Truro, Massachusetts (population 2,336): Newly appointed Town Administrator Rex Peterson has agreed to a $100,000 annual salary, a slight increase over the salary of his predecessor. Town officials are still finalizing the details of the contract, a task that will be completed before Oct. 3, when Peterson begins work in Town Hall, Selectman Curtis Hartman, chairman of the board, said Thursday. The selectmen wanted to match other town administrator salaries in the region, according to meeting minutes of the board. Former Town Administrator Pam Nolan earned about $96,000 annually, Hartman said. Statewide, the average annual salary for municipal managers or administrators runs slightly above $100,000, according to West Boylston Town Administrator Leon Gaumond, executive committee president of the Massachusetts Municipal Management Association. The salaries generally depend on responsibilities and location, Gaumond said. Peterson has worked for the past 10 years as the assistant town administrator in neighboring Wellfleet. The town of Wellfleet has posted a job opening for its assistant town administrator psot and expects to begin reviewing resumes in early October, Wellfleet Town Administrator Paul Sieloff said Friday. Read at the Cape Cod Times.

Lonaconing, Maryland (population 1,214): John Winner, longtime town administrator of Lonaconing, died Sunday night at the Western Maryland Regional Medical Center where he had been a patient for a week, according to Mayor Jack Coburn. Winner was 73. Warren Foote, an elected town official for 25 years and a close personal friend, said Monday that Winner had a remarkable way with people, especially in heated situations. Both Coburn and Foote said Winner’s legacy is the town’s water system, something he worked constantly to improve. Eichhorn-McKenzie Funeral Home is in charge of arrangements. Visitation will take place there Tuesday from 2 to 8 p.m. Read more at the Cumberland Times-News.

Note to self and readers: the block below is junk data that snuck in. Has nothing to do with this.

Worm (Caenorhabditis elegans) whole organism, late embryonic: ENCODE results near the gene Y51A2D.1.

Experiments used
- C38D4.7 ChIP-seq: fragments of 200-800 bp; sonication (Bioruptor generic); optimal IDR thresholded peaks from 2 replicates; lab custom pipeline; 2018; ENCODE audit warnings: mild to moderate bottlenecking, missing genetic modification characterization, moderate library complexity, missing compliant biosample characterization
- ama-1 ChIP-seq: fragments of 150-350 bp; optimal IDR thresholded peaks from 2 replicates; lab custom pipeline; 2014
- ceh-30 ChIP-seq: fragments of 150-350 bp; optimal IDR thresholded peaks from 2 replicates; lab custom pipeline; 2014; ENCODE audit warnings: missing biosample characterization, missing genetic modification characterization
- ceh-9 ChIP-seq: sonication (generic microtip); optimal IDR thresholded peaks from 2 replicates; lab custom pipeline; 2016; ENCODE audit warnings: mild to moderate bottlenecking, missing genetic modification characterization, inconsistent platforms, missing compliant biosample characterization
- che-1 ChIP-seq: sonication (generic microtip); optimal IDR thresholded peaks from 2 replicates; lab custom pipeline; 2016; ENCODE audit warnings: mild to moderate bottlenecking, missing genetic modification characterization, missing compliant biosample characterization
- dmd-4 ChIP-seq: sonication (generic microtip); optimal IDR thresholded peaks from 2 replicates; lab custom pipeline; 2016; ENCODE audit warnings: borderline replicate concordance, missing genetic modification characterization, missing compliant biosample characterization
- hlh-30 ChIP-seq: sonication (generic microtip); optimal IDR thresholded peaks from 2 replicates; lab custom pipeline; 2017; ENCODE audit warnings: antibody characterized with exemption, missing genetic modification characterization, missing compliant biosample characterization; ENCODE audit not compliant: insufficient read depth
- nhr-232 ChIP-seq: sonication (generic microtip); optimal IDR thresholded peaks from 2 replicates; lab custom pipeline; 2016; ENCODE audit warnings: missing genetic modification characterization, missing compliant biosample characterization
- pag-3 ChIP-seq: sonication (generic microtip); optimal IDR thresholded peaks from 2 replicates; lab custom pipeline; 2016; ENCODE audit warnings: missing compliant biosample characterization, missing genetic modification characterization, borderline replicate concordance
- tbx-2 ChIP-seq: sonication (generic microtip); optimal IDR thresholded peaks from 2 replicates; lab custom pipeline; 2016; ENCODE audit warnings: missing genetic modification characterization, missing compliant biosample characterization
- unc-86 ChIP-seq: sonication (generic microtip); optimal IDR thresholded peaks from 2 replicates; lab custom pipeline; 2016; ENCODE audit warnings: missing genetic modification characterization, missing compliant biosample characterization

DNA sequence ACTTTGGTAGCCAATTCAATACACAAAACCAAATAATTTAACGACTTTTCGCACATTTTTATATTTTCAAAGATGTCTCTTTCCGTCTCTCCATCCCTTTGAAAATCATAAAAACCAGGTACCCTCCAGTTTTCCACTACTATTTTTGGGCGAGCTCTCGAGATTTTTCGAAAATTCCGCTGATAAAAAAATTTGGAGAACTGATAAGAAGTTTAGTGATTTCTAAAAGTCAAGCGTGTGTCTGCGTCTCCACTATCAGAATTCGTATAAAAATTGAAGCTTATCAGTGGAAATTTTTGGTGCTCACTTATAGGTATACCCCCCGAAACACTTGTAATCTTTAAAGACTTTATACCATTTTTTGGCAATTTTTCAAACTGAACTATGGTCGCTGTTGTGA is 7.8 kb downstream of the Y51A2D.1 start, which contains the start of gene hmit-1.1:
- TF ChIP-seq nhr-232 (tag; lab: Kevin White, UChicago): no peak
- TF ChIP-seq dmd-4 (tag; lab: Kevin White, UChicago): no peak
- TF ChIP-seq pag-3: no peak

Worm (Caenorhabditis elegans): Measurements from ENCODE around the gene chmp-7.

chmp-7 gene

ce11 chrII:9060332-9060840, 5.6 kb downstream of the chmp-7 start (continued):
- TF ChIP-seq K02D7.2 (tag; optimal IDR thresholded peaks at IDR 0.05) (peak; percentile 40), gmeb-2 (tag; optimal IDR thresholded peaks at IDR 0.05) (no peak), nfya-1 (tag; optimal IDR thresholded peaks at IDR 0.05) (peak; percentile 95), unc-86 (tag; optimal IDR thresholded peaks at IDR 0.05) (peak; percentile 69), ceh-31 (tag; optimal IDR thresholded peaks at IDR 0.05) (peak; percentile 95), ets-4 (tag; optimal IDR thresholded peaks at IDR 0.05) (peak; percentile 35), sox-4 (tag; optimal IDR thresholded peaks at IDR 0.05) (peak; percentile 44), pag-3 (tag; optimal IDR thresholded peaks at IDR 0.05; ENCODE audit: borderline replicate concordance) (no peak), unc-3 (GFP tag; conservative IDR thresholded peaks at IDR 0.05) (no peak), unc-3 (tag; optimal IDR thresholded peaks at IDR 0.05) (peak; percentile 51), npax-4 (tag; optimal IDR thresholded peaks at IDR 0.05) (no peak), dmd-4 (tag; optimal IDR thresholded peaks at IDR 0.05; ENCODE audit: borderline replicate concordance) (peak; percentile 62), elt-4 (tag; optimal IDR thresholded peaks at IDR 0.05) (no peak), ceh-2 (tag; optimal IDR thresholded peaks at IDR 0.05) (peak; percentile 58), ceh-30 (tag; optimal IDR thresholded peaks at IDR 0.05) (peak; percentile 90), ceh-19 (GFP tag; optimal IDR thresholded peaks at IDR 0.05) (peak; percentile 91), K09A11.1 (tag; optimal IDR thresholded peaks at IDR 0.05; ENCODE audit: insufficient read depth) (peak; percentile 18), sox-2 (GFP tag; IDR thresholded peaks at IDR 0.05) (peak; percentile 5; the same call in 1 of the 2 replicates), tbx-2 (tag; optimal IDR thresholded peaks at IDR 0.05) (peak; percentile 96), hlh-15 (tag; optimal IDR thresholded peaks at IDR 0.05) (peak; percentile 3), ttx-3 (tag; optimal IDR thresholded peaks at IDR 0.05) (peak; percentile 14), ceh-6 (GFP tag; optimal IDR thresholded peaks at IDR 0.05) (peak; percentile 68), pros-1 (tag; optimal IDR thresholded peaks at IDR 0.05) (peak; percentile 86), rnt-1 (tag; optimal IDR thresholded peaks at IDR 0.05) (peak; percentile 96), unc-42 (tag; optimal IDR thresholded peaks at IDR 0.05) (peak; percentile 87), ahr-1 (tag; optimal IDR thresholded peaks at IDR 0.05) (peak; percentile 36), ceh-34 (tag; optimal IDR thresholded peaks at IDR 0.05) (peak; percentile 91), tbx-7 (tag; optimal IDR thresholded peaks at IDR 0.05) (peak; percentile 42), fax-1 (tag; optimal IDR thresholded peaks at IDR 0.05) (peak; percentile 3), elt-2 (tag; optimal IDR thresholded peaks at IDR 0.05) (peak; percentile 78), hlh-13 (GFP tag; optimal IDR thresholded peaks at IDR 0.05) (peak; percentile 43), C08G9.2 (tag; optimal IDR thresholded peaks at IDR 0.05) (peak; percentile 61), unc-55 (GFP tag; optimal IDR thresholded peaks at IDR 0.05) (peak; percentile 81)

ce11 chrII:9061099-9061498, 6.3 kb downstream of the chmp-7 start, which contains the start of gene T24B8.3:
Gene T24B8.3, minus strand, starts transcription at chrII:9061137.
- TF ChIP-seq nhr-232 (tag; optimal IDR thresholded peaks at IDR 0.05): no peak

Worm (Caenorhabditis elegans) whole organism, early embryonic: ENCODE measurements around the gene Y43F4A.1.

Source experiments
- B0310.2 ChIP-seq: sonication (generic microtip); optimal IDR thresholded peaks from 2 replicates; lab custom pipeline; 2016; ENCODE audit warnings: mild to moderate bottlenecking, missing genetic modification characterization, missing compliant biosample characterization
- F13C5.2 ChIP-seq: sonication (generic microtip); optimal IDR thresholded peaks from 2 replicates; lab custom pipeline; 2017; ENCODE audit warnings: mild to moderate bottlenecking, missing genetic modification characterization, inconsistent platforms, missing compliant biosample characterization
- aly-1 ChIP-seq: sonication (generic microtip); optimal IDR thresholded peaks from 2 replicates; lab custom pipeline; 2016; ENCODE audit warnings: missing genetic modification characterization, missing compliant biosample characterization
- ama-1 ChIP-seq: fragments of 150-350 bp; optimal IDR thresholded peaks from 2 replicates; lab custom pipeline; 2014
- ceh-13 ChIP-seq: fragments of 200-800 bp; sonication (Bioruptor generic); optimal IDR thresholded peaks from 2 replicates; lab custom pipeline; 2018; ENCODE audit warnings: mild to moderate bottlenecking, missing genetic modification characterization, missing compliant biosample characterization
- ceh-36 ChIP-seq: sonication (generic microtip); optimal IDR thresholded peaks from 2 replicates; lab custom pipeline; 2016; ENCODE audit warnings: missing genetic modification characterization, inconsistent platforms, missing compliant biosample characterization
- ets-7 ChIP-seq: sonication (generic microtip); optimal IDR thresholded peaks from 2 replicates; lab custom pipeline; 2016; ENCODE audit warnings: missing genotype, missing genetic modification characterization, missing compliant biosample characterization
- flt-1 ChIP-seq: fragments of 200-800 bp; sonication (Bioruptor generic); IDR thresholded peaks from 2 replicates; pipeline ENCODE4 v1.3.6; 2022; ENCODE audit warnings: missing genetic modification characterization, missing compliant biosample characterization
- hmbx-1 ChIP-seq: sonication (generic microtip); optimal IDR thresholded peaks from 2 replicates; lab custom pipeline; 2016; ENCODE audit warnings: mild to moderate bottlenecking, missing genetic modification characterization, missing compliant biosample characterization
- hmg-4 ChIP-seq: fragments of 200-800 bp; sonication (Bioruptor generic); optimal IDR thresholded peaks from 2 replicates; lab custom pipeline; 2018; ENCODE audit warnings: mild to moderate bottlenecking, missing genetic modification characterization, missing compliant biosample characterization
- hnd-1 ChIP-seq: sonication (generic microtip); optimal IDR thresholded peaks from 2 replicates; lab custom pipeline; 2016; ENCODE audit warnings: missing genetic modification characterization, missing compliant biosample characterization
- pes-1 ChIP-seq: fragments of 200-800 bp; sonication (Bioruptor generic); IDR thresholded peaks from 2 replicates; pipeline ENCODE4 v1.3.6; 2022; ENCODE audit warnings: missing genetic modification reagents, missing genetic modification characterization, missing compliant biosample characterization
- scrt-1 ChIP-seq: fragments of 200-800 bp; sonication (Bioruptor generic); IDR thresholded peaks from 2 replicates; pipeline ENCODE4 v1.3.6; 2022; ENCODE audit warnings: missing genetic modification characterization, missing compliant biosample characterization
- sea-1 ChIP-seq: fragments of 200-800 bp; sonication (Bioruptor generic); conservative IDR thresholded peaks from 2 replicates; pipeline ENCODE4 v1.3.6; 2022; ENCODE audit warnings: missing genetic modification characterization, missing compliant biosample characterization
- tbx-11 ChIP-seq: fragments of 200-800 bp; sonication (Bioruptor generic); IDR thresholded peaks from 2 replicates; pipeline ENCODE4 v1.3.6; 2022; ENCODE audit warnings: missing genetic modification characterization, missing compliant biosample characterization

Dewey Beach, Delaware (population 341): As Mark Allen was walking down the street to the Town Hall to report for his first day as town manager transitional liaison, he received phone calls from Commissioner Marty Seitz and Mayor Diane Hanson asking him not to report to work and that his start date would be delayed at least a week. Allen was appointed as the transitional liaison Sept. 9 in a 3-2 vote, with Seitz and Hanson dissenting. Allen then called Commissioner Jim Laird, asking him why he was told by members of Town Council not to report to Town Hall, and Laird responded to him saying he did not know why those calls would be made. After that, Allen decided to step down from the position. Allen said he signed a memorandum of agreement Sept. 16 and Hanson’s signature was not on the document when he signed it, he said. After Hanson was re-elected Sept. 17, Allen told her that if she did not want him to do the job, that he wouldn’t mind stepping down, but Hanson did not ask him to do so. Allen said Hanson was going to give him a tour of the Town Hall Monday. What bothered Allen the most, he said, was that he was selected, and then after the election on Sept. 17, “the rules started changing.” Allen said he was looking forward to serving as the transitional liaison and, depending what he thought of his experience, would have considered pursuing the permanent position. Allen said his professional background lended itself nicely to the Transitional Liaison position. He spent his first career as a naval officer pilot on aircraft carriers and spent many of his tours of duty focused in and around career-enhancing leadership positions. Concerns for Allen that he wanted to take care of included restoring the town’s finances. Allen said he also hoped that residents will start to believe they have a voice year-round, not just at election time. Hanson said Police Chief Sam Mackert will continue to assume the responsibilities of Town Manager until the Town Manager Transitional Liaison or a permanent Town Manager is selected, whichever comes first. Additionally, Denise Campbell, chair of the town’s marketing committee since its inception in 2010 and wife of Allen, confirmed that she has also stepped down from her position, as well as marketing committee member Jill Carr. When asked to comment about the three departures, Hanson said she has not spoken with Campbell or Carr and that she does not think they are related to Allen’s departure. Read more at DelMarVaNOW.com.